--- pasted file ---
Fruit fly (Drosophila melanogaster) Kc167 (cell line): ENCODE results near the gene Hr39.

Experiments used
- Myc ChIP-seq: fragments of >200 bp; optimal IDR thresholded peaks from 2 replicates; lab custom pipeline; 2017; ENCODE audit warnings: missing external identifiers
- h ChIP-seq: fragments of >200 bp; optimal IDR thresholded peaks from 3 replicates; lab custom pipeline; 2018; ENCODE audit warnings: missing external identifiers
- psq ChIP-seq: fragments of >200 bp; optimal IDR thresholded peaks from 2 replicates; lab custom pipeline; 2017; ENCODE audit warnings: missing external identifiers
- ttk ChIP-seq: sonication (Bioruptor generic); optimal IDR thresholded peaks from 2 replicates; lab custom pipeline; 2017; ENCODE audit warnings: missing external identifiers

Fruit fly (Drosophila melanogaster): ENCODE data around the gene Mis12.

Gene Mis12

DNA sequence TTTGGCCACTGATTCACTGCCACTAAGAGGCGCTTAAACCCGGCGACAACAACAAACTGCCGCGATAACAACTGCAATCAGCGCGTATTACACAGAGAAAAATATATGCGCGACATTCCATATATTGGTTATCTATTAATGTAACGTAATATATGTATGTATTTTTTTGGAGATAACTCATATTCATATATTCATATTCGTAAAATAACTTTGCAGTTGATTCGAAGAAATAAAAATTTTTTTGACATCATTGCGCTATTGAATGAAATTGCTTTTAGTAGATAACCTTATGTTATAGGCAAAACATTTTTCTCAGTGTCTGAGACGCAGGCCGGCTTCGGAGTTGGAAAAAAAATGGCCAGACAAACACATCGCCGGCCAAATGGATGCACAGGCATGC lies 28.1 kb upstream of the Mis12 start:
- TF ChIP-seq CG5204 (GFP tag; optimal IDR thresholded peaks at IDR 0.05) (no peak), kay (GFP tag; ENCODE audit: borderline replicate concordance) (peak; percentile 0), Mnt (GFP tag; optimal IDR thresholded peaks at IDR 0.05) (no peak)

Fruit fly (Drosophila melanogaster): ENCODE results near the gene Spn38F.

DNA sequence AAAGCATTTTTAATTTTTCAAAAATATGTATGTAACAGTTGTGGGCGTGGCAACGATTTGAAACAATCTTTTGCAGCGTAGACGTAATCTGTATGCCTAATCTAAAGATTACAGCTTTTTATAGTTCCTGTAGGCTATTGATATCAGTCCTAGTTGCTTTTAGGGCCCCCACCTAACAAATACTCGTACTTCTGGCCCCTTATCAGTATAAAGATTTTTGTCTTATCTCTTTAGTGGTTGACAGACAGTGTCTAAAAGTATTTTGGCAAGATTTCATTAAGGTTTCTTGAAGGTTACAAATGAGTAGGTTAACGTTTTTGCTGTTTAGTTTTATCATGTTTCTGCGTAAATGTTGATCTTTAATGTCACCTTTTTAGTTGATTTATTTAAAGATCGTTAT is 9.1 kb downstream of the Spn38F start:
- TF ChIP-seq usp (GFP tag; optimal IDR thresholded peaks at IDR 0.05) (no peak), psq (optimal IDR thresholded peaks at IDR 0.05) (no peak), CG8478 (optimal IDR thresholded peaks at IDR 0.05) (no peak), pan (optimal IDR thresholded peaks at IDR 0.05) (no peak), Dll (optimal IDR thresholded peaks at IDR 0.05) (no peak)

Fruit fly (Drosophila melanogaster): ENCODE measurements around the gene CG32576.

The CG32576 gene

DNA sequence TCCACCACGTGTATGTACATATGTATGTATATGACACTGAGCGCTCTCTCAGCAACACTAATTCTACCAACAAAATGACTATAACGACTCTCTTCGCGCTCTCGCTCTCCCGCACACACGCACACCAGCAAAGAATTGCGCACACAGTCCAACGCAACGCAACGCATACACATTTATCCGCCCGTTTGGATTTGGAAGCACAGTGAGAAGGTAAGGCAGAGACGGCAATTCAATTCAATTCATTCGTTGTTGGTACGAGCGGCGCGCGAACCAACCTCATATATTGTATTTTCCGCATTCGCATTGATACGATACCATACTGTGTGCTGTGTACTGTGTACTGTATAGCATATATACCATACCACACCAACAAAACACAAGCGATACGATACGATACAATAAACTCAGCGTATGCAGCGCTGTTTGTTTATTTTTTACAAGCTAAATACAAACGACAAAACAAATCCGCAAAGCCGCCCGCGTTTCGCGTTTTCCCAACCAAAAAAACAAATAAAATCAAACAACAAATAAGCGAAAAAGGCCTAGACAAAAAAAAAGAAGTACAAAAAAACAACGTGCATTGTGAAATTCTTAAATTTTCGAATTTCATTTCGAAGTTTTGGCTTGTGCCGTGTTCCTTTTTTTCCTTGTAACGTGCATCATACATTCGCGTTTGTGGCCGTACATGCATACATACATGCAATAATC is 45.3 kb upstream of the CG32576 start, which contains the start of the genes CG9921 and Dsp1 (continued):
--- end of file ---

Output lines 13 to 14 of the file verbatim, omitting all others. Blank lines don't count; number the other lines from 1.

- TF ChIP-seq usp (GFP tag; optimal IDR thresholded peaks at IDR 0.05) (no peak), psq (optimal IDR thresholded peaks at IDR 0.05) (no peak), CG8478 (optimal IDR thresholded peaks at IDR 0.05) (no peak), pan (optimal IDR thresholded peaks at IDR 0.05) (no peak), Dll (optimal IDR thresholded peaks at IDR 0.05) (no peak)

Fruit fly (Drosophila melanogaster): ENCODE measurements around the gene CG32576.